I think the big news is that this previously "difficult to treat" patient population with HIV and HCV is probably not going to be so difficult to treat moving forward. If their HIV is under control, patients seem to respond just as well to these new direct-acting antiviral combinations as patients without HIV. I think that is terrific news.
The same can also be said for many patients with cirrhosis, in that it is probably not as difficult to treat anymore. They are responding reasonably well, though not quite as well as noncirrhotic patients.
So, we are learning that these previously difficult-to-treat populations are probably not going to be so difficult to treat with these new agents.
Challenges to Treatment May Still Remain
Medscape: There's a lot of good news now surrounding the treatment of hepatitis C. Let's talk about some of the challenges. What about patients in whom therapy with these new drugs fails? Where are we at with resistance and rescue strategies, or are those still to be determined?
Dr. Jensen: Earlier, we discussed the study that looked at the retreatment of patients with hepatitis C genotypes 2 and 3 in whom prior treatment with sofosbuvir and ribavirin had failed.
The LONESTAR-2 trial also included patients with genotypes 2 and 3 in whom prior treatment with pegylated interferon and ribavirin had failed. They received sofosbuvir plus pegylated interferon and ribavirin. This suggests that pegylated interferon and ribavirin with sofosbuvir may play a role.
I think we are going to have more data in the next several months so we can analyze it better. In the short term, though, it looks like pegylated interferon and ribavirin, along with a direct-acting antiviral, may still be in play for some patients who have failed treatment.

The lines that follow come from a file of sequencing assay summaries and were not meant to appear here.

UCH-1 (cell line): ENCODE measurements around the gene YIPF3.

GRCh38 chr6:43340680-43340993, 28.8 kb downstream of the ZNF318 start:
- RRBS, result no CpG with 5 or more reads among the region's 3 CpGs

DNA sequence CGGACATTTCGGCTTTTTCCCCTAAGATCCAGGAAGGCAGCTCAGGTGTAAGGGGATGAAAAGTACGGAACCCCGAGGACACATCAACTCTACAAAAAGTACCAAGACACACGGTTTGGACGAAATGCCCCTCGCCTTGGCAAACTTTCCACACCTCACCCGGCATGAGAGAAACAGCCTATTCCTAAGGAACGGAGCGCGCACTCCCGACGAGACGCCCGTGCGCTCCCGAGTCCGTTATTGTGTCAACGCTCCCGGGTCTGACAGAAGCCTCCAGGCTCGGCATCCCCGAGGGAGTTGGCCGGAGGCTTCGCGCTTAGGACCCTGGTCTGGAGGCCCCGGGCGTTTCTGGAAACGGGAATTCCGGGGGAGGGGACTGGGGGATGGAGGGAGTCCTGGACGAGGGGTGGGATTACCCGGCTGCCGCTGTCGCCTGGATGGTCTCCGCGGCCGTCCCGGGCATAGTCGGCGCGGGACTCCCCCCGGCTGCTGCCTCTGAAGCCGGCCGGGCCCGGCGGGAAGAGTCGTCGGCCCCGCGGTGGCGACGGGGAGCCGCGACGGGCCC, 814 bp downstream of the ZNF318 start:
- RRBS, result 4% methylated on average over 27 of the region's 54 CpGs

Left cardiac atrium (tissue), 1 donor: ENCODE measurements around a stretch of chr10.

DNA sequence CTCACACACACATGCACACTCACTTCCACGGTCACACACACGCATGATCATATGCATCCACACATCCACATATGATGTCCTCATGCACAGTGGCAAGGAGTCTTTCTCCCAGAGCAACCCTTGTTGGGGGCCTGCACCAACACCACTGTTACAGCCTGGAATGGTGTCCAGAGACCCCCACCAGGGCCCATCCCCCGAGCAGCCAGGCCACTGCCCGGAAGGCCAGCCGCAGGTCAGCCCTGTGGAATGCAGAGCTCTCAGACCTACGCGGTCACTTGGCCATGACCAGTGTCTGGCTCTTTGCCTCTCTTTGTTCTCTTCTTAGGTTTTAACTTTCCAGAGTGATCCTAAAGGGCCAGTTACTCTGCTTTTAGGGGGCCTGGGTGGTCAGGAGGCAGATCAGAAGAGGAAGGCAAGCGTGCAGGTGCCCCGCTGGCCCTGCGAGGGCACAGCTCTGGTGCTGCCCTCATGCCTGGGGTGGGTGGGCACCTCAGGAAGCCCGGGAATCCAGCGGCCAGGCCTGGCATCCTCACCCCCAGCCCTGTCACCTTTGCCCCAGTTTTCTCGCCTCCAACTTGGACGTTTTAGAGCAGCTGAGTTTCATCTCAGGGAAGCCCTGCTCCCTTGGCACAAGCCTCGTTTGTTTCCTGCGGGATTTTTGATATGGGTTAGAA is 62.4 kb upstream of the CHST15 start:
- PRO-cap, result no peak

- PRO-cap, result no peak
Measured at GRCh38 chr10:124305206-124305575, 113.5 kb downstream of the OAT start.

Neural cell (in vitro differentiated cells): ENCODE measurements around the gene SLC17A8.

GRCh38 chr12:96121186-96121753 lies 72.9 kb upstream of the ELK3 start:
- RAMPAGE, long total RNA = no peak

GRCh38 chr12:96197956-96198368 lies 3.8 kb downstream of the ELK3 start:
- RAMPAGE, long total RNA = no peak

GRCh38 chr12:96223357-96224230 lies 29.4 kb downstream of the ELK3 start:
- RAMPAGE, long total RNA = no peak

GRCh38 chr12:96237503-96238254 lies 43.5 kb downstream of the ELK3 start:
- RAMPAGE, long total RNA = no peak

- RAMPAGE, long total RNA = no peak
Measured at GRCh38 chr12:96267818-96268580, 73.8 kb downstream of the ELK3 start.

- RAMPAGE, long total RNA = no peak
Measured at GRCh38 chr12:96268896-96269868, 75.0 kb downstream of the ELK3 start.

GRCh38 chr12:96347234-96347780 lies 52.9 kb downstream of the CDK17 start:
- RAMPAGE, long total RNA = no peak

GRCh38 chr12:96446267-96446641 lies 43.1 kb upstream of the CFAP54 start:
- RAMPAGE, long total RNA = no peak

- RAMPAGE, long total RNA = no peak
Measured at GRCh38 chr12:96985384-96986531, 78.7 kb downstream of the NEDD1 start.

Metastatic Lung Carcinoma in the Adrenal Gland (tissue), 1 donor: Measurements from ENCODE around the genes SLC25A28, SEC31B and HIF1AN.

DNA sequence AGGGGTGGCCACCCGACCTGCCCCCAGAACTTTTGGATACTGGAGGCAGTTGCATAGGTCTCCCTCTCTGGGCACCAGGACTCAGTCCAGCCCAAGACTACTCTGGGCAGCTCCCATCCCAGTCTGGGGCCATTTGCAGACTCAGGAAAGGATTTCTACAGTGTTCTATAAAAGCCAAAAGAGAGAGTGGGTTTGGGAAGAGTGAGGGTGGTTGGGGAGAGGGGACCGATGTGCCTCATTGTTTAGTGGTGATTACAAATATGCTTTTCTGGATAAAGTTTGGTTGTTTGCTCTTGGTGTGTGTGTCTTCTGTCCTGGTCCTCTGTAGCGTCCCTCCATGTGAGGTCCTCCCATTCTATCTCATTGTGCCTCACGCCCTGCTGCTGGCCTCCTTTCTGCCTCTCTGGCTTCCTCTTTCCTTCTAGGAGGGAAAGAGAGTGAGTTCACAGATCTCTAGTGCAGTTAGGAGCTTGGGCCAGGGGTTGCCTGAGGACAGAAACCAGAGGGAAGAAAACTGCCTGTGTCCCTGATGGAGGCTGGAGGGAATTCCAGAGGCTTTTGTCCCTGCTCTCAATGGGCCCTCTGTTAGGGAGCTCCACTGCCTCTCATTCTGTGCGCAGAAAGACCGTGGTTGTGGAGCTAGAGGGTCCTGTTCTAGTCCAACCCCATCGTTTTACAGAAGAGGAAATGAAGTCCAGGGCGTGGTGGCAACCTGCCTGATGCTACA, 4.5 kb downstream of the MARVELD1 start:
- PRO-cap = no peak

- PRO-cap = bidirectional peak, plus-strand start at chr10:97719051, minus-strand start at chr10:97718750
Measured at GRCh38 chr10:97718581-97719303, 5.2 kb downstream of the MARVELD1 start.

The LONESTAR study examined patients with hepatitis C genotype 1 who failed prior treatment with a protease-inhibitor regimen. They were given sofosbuvir and ledipasvir, with and without ribavirin. We will find out whether this combination works for these patients with treatment failure. My hunch is that it will.
There has been a lot of concern in the past several years about viral resistance, in part because of the protease inhibitors telaprevir and boceprevir. I think what we are finding now is resistance really isn't such an issue when you get to these high SVR rates. I think the jury is still out on patients in whom therapy fails, in terms of whether we should measure resistance or not. But clearly, it will be an issue with only a very few patients. With multiple classes of drugs, which should cover resistance to any one class of drugs, it shouldn't be a big issue.
What's Coming Down the Pipeline
Medscape: We've heard about more agents in the pipeline for hepatitis C. What additional approvals might we expect to come within the next 6-18 months?
Dr. Jensen: There are other agents in the pipeline, with a few approvals expected in late 2014 or early 2015. As we discussed earlier, there is the combination of sofosbuvir and ledipasvir, which has been submitted to the US Food and Drug Administration (FDA) for approval. Also submitted to the FDA for approval is the all-oral combination of ABT-450 and ritonavir coformulated with ombitasvir, plus dasabuvir with or without ribavirin.